Monday, May 16, 2011

Jenny Tilloston's Fashion, Perfume & Green Lantern's Emotional Spectrum 1

How do colors and odors affect your brain?  Dr. Tillotson from Cambridge has done a lot of research in this area.


Smell and color.  what would our world be without them?  Do they affect us psychologically?  Do they affect us physically?
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Our technological advancements have gone very far.  But it seems when it comes to our clothes, the best we can do is to raise and lower women's hemlines and repeat the same patterns we have used throughout our clothing history.  Is technology about to change that?  We hope so.  People like Jenny Tilloston also share in this hope.  The human skin is wondrous and does many beneficial things for our body.  Tilloston's Scentsory Fashion is not trying to replace the skin, but to enhance it.  Tilloston states,
We are entering a new age of perfumery. Scent has the power to evoke emotions because not only does the olfactory sense impact directly with the limbic system in the brain (our emotional centre) but recent research from 'The Sense of Smell Institute' in New York, has demonstrated how olfactory substances are capable of increasing an individual's wellbeing through changes in electrical brain activity.
"Fashion is the recognition that nature supplies us with one skin too few...that a fully Sentient Being should wear its nervous system externally."
J.G. Ballard 1994

Many think that clothes are just to cover our bodies and to shield them from the changes in the weather.  But this to us, seems like a very shortsighted approach.  If one thinks of it, clothes are with us all day and are the closest things to your physical bodies.  They could do so much more for us than merely protect us from the elements or perhaps when worn more tastefully emphasize our more sociologically approved better physical aspects.  Of course this is where fashion comes in.

In 1997, after graduating from the Royal College of Art with a Ph.D. in Printed Textiles, she produced a short film entitled, The Wellness Collection - A Science Fashion Story.  This was based in her doctoral thesis entitled, Interactive Olfactory.  We include it here for your perusal.  It is an excellent explanation of her work.  If you cannot see the embedded video, here is the link: http://youtu.be/s6tz6wbpvmg.


Dr. Jenny Tilloston
But in this day of smart phones, and other "smart" things, why should clothes remain so relatively useless?  Dr. Tilloston seeks to design "smart" clothes which will act as a kind of second skin to us, a second nervous system.  Clothes that will reflect dynamically our feelings, and also, alter them in order to help us cope with situations.  These clothes will also keep track of your health and no doubt a host of other things which may be hard to imagine now.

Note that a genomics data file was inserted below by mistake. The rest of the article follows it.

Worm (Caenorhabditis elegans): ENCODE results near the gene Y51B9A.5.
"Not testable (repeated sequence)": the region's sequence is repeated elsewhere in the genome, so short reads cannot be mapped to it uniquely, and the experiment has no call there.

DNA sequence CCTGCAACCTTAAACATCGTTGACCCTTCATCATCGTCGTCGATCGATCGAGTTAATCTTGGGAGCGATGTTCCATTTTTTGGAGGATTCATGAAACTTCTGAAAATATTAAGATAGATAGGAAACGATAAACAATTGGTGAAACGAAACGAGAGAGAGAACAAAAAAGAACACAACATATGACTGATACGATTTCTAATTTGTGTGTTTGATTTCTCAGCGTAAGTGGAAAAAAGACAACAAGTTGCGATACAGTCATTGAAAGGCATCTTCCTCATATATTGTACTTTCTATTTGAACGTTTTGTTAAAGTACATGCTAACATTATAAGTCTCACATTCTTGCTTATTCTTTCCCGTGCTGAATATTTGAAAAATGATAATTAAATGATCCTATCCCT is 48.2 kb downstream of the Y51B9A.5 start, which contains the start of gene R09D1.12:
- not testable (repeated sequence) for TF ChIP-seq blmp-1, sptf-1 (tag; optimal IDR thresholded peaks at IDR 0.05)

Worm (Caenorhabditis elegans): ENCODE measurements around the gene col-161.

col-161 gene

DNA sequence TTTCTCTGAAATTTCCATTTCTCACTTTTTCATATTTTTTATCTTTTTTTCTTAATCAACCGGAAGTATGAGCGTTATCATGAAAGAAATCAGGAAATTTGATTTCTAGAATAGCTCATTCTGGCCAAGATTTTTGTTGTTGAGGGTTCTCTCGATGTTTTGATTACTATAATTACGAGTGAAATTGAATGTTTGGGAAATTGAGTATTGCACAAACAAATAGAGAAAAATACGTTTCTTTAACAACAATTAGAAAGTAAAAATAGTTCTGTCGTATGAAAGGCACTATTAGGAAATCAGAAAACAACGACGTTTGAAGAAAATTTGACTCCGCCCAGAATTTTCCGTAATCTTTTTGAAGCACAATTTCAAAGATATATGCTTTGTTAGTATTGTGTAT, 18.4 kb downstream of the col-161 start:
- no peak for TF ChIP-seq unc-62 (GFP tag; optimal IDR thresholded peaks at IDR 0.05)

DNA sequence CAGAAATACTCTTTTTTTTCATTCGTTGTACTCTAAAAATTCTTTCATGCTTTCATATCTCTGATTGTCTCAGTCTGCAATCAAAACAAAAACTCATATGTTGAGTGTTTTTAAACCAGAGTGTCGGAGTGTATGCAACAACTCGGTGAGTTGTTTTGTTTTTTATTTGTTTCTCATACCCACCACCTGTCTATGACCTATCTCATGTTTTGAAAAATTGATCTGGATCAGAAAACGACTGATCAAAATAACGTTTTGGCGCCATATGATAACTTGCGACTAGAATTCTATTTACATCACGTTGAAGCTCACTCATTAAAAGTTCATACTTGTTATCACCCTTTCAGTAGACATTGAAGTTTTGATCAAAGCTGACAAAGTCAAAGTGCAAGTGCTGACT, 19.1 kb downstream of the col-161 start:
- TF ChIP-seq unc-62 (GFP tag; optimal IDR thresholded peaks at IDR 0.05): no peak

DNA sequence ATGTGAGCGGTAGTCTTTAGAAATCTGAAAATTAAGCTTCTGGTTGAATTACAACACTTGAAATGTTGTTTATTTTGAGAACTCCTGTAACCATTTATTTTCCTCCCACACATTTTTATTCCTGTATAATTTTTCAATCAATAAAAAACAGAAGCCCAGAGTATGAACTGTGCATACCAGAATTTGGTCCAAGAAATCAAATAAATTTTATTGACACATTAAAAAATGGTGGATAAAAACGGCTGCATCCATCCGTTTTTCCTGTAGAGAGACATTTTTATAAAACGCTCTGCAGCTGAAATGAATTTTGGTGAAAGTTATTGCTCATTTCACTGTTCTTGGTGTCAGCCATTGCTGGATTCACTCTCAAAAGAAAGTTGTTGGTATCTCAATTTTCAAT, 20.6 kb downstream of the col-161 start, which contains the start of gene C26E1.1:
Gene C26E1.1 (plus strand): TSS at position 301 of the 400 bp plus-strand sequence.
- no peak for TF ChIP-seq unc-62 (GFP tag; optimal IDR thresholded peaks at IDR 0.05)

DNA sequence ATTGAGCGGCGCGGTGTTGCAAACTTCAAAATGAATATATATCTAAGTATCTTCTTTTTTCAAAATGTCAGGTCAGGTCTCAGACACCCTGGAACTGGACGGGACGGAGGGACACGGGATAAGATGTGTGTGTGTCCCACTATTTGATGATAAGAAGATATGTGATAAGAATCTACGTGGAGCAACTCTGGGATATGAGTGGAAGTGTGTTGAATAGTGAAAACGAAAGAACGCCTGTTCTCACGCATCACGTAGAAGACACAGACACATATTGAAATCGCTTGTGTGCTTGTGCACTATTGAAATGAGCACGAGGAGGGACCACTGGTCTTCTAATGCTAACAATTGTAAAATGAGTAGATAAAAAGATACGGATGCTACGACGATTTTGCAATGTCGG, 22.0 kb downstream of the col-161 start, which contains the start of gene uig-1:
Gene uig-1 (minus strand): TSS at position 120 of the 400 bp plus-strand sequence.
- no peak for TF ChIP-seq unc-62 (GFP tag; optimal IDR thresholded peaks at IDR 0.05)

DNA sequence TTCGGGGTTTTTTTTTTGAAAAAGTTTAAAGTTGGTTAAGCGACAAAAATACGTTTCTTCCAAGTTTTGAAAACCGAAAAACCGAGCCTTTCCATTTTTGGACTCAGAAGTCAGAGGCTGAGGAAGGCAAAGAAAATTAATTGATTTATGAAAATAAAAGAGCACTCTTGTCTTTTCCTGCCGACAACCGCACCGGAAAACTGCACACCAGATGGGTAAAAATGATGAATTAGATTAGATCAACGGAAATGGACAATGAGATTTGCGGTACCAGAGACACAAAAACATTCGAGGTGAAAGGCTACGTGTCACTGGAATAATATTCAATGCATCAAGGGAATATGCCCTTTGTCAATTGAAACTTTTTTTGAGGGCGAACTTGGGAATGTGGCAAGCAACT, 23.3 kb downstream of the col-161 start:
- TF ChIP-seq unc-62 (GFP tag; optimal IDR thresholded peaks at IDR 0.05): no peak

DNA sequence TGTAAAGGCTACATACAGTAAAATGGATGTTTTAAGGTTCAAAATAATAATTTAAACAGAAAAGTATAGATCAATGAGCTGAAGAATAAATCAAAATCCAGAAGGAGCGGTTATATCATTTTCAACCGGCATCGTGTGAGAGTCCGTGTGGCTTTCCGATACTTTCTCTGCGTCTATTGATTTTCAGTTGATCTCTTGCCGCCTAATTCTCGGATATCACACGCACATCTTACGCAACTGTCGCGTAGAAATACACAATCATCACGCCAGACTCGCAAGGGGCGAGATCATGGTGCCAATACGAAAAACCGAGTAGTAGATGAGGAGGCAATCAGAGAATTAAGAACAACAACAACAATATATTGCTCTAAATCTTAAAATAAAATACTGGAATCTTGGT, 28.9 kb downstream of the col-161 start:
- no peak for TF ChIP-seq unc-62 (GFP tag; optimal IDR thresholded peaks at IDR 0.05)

The Power Of Scents
Perfume Organ
There is no question that smell is a very powerful sense, one that is often underestimated.  The whole industry of perfumery is an example of this.  Few people really understand this industry.  Perfume is built along the analogy of a musical orchestra.  It has bass tones, middle tones and high tones.  The instrument where perfumes are created is called an perfume organ, after the pipe organ.

It has been well known for a time that scents affect us in rather important ways.  They affect our emotions, our thoughts and even our actions in some cases.  We quote Rachel Herz, assistant professor of psychology at Brown University, who states,
Odors do affect peoples mood, work performance and behavior in a variety of ways but it isn't because odors work on us like a drug, instead we work on them through our experiences with them. That is, in order for an odor to elicit any sort of response in you, you have to first learn to associate it with some event. This explanation for how odors affect us is based on what is known as associative learning, the process by which one event or item comes to be linked to another because of an individual's past experiences. The linked event is then able to elicit a conditioned response for the original situation. In olfaction, the process can be understood as follows: a novel odor is experienced in the context of an unconditioned stimulus, such as surgical procedure in a hospital, which elicits an unconditioned emotional response, such as anxiety. The odor then becomes a conditioned stimulus for that hospital experience and acquires the ability to elicit the conditioned response of anxiety when encountered in the future. This mechanism explains both how odors come to be liked or disliked, as well as how they can elicit emotions and moods.
Apparently, smells can help us remember things better.  This explains the associative smells that the brain stores along with the memory.  Readers should not confuse this with aromatherapy, which seeks to cure diseases with the use of certain scents and oils.

We present to you a video which briefly covers its history.  If you cannot see the embedded video, here is the link: http://youtu.be/htU4W58TV_w.


Dr. Tilloston's research has attempted to fuse together color and scent into a "living textile."
If you cannot see the embedded video, here is the link: http://youtu.be/G9nLCPEGzRw.



If you cannot see the embedded video, here is the link: http://youtu.be/OEQiuWrCRss.


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